After attempts to block abortion funding in health care failed with the demise of the Senate’s health care bill early Friday morning, pro-life leaders vowed to keep fighting.

“Despite the Senate’s decision not to pass legislation to repeal and replace the Affordable Care Act last night, the task of reforming the healthcare system still remains,” Bishop Frank Dewane, chair of the U.S. bishops’ domestic justice and human development committee, said on Friday. “The current healthcare system is not financially sustainable, lacks full Hyde protections and conscience rights, and is inaccessible to many immigrants,” he said. “Inaction will result in harm for too many people.”

The Senate’s efforts to pass a bill repealing the Affordable Care Act (ACA) and replacing it met a narrow 51-49 defeat early Friday morning, with Sen. John McCain (R-Ariz.) providing the decisive “no” vote.

After the House passed the American Health Care Act, which both repealed and replaced the ACA, the Senate introduced its own replacement proposal, the Better Care Reconciliation Act. Both bills were determined by the Congressional Budget Office to result in deficit reductions, but also an increase in the number of uninsured persons over 10 years by 22-23 million.

The bills contained pro-life provisions, but pro-life leaders were concerned that a key pro-life provision — prohibiting any tax credits from paying for health plans with abortion coverage — would not survive in the Senate, as the Senate Parliamentarian could determine that it violated the Byrd Rule. That rule mandates that when a bill is passed through the process of reconciliation, reserved for budgetary measures and only requiring 50 votes rather than the normal 60 for passage, it must not contain “extraneous matter.” Thus, if a provision did not meet the standards for reconciliation, it would require 60 votes, a near impossibility in the closely-divided Senate.  

Any health care vote would be close, as Republicans currently hold a narrow 52-48 majority in the chamber but two of their members, Sens. Lisa Murkowski (R-Alaska) and Susan Collins (R-Maine) were already opposed to existing Senate health care proposals, along with the defunding of Planned Parenthood. Thus for any health care measure to succeed without the aid of Democrats, Republicans could suffer no more desertions from party members and would require the vote of Vice President Mike Pence to break a 50-50 tie.

Bishop Dewane had said that the House-passed bill — the American Health Care Act —and the Senate health care proposals included laudable pro-life protections against taxpayer funding of health plans with abortion coverage, but the House bill had “serious flaws,” and the Senate bill was “unacceptable.”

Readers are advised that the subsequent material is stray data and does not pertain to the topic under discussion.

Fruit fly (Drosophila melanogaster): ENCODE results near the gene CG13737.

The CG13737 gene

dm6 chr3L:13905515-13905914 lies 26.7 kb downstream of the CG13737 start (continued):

Both bills were flawed because of cuts to Medicaid funding and other provisions that would result in higher health care costs for the poor, the elderly, and the seriously ill, Bishop Dewane said. They also did not offer sufficient conscience protections for health care workers and doctors, he said.

The support of pro-life groups for the health care proposals hinged on two key provisions, Hyde language protecting tax credits from being used to pay for plans with abortion coverage, and stripping Planned Parenthood of federal Medicaid reimbursements for one year. Efforts to include the provisions in a Senate bill hit a snag on July 21, when the Senate Parliamentarian announced that the protections violated the Byrd Rule and would thus require 60 votes, making their passage all-but-impossible in the closely-divided Senate.

After Senate Republicans were unable to pass their own health care proposals — multiple versions of the Better Care Reconciliation Act — they successfully opened debate on Tuesday to repeal and replace the current health care law, although it was not clear at the time which replacement bill they would ultimately vote on. Then, the Susan B. Anthony List announced that they would be following the debate closely and working to ensure that the key pro-life provisions were included in a final bill.

“In the coming hours and days, we will be working amendment by amendment to make sure pro-life protections remain in the bill, knowing that all elements of the legislation could be subject to very close votes, as well as decisions by the parliamentarian,” Marjorie Dannenfelser, president of the Susan B. Anthony List, stated on July 25.

During debate on Wednesday and Thursday, multiple ACA replacement proposals were voted down. On Thursday, Senators quickly drafted what was ultimately the final proposal, called “skinny repeal.” The “skinny repeal” included stripping Planned Parenthood of Medicaid reimbursements and redirecting over $400 million to “federally-qualified health centers” that do not offer abortions. Planned Parenthood Action fought the proposal, saying in a tweet that it would “block patients…from coming to Planned Parenthood for care.”